Two such different halves (well, really more like 32 minutes and 16 minutes rather than even halves). One where the Heat fell right into the Hornets’ well-executed game plan. One part where the Heat stopped playing along, the Hornets started missing shots and then it was on for Miami.
The 16 trumped the 32 and Miami won its ninth straight game by double digits, 96-84.
The first half, it was the blue print teams are going to use to beat the Heat this season — you’re going to see variations of it until they are eliminated from the playoffs or David Stern hands them a trophy.
New Orleans did a good job of slowing the tempo down, taking away the transition baskets that have fueled the Heat’s run. On offense that means either making your shots or being such a force on the offensive boards that the Heat have to dedicate more resources to it and they can’t just run. The Hornets did both those things.
One of the few times the Heat did run — a baseball outlet pass to Dwyane Wade — Jarrett Jack was there with the hard foul to stop a breakaway dunk. And sorry, that foul did not deserve a technical.
On defense, the Hornets packed the paint and just dared Miami to take the midrange jumper — and the Heat were too happy to settle for that shot for long stretches of the game.
Here’s the problem with beating the Heat — the Hornets did everything they wanted and they were up just one point at the half. Miami has that much talent. Wade kept the Heat in it during the second with 9 straight at one point oh his way to 24 points in the first half.
In the second half the Hornets shooting woes returned — as a team they shot 17.9 percent in the second half and they were 0-7 from three. It looked like a lot of their games from the last few weeks. I’ll grant you that Miami played a little better defense, but the Hornets are fully capable of shooting that poorly unguarded right now.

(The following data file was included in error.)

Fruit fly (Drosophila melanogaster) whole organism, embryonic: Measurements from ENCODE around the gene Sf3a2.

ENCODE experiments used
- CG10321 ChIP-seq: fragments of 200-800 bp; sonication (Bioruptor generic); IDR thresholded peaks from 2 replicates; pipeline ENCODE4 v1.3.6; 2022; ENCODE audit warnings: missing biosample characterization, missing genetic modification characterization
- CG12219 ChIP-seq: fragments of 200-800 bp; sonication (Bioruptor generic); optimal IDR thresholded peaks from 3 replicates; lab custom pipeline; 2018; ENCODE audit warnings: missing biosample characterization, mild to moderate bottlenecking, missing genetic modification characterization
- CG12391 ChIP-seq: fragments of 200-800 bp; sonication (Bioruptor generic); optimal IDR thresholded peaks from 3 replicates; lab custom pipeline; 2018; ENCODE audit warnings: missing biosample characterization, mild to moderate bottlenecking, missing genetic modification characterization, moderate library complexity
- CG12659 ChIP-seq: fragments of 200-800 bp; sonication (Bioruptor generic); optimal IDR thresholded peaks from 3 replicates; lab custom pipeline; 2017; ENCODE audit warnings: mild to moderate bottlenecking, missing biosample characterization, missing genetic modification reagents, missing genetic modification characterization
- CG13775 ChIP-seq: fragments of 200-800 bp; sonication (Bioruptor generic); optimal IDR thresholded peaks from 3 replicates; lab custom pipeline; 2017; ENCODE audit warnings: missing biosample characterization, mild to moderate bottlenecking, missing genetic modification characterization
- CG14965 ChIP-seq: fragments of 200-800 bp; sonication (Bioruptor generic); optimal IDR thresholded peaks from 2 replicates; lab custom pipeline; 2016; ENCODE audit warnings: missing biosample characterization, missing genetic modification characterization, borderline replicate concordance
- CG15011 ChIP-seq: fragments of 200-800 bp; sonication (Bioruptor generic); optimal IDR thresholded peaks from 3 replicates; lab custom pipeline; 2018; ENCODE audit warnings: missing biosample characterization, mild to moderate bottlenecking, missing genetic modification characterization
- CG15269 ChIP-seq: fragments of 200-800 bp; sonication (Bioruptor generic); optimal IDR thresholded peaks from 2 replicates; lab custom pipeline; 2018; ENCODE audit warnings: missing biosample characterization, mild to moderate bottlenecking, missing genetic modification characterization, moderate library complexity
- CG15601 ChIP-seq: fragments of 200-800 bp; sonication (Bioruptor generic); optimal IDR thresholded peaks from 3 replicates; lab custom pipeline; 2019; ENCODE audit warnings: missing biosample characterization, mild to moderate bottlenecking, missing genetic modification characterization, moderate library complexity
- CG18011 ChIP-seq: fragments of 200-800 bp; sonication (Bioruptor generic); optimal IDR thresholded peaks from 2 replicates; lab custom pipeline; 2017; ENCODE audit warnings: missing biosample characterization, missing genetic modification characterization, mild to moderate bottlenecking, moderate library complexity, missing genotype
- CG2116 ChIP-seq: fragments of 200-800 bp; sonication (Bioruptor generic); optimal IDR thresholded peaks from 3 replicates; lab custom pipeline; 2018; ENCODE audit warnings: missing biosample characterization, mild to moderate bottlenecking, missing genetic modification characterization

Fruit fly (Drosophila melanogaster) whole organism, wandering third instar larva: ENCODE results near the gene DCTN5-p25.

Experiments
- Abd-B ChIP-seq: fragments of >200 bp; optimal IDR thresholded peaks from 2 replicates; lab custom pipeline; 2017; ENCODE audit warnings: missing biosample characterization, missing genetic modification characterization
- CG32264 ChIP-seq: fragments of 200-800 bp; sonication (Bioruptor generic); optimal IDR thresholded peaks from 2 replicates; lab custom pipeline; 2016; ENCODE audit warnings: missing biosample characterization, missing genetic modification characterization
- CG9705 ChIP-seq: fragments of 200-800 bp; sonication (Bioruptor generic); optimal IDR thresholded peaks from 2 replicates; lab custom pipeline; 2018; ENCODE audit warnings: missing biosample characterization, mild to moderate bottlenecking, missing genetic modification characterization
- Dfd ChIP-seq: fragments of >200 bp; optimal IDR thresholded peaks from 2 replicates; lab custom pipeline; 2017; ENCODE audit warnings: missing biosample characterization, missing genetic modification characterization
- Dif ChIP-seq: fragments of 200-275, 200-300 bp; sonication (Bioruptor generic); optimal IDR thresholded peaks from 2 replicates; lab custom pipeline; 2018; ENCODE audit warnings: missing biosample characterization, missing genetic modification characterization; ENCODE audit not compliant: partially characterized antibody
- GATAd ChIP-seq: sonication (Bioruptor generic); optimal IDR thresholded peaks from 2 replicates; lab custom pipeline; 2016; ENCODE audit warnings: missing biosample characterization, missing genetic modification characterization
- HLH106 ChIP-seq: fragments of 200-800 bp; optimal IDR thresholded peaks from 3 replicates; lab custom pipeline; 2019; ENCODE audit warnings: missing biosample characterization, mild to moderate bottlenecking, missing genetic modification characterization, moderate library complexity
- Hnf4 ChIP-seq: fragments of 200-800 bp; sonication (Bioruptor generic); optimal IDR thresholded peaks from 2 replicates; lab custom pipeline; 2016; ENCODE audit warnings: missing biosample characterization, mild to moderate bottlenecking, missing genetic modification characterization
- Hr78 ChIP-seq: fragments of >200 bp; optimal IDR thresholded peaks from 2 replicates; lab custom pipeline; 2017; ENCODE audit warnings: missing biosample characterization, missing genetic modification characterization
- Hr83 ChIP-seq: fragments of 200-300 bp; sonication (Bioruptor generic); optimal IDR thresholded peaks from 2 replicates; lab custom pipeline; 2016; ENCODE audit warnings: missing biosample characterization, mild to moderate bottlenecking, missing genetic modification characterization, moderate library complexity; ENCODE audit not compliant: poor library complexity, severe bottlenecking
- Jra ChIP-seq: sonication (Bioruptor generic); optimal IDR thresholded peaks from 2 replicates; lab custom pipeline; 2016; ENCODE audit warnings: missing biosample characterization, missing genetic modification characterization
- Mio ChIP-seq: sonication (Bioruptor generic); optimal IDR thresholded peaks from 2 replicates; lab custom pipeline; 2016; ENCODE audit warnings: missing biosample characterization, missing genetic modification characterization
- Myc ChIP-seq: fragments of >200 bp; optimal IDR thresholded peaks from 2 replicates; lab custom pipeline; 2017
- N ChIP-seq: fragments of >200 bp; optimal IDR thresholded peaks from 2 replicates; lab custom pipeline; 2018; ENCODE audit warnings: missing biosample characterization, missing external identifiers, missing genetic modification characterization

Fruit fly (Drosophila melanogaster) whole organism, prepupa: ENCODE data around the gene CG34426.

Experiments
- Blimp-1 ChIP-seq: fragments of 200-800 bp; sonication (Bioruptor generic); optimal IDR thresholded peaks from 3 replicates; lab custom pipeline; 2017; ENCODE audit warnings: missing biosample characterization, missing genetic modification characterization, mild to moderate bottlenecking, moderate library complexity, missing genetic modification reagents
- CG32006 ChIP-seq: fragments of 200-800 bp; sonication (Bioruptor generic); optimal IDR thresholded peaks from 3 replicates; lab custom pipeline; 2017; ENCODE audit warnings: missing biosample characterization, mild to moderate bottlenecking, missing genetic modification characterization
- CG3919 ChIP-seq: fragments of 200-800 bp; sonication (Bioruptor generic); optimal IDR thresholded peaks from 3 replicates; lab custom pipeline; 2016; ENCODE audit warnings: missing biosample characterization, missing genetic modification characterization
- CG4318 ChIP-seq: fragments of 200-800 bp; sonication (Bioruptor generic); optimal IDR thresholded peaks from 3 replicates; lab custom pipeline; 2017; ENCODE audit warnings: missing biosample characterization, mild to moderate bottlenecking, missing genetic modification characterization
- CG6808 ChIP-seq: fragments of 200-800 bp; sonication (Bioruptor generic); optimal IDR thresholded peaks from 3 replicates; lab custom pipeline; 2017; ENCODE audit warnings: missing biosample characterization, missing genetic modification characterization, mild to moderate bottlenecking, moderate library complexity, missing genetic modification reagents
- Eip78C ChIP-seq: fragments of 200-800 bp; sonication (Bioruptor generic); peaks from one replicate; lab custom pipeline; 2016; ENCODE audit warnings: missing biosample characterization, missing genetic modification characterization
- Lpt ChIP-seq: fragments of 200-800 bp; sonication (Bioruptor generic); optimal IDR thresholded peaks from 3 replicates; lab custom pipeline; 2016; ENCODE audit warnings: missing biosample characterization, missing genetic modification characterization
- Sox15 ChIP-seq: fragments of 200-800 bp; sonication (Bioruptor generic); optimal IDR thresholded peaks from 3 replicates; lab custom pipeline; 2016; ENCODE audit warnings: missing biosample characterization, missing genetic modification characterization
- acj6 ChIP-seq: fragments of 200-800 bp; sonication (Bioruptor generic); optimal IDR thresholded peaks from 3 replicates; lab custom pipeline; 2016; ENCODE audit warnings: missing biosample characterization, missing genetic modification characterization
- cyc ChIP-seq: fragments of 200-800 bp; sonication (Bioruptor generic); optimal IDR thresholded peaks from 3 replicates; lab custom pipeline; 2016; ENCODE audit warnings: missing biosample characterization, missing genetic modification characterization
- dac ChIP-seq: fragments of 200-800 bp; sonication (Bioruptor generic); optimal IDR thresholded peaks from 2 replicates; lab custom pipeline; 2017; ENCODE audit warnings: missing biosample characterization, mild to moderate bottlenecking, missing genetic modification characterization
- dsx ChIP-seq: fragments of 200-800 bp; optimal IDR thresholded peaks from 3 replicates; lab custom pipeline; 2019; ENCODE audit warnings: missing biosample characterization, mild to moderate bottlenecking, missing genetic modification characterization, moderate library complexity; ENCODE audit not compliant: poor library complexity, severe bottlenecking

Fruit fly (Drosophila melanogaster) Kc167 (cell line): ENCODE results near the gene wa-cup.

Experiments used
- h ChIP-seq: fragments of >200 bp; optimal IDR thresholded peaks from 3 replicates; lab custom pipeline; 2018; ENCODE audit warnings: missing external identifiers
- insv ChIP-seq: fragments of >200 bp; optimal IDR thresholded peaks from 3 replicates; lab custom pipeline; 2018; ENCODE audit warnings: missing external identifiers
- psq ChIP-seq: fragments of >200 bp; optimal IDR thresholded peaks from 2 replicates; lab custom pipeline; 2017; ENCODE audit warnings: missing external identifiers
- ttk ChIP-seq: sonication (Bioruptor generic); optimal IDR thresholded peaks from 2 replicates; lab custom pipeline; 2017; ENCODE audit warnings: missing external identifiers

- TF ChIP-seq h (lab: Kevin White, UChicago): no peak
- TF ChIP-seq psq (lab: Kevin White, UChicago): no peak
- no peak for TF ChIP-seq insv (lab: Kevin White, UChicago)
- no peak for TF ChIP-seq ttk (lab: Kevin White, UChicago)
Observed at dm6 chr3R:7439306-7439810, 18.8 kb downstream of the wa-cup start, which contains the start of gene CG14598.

Not that the Heat didn’t focus on some things defensively — they did a good job on defending Chris Paul in the pick-and-roll. Which is not easy. But bigs showed and recovered and they took away the simple baskets for the Hornets. In the first half the Hornets hit those harder shots, in the second they missed everything.
The Heat focused on the rebounds — there were plenty to get (Chris Bosh led the way with 11) — and that fueled the transition game. LeBron James started taking on more of the offense in the second half (he finished with 20) and pretty soon there was a late third quarter 6-0 Heat run followed closely by a 12-2 run near the start of the fourth. Then it was over.
It was another game where the Heat’s talent wore the opponent down and they eventually got the style of play they wanted. It is the fourth straight game where Chris Bosh, Wade and LeBron combined to score 75 points or more. It was how they should play nightly. For the Hornets, Chris Paul and David West remain a dangerous pairing but if you can force them to go to option number three there really isn’t a good one. Paul is so good, West such a good fit it can work for them, but only can take them so far.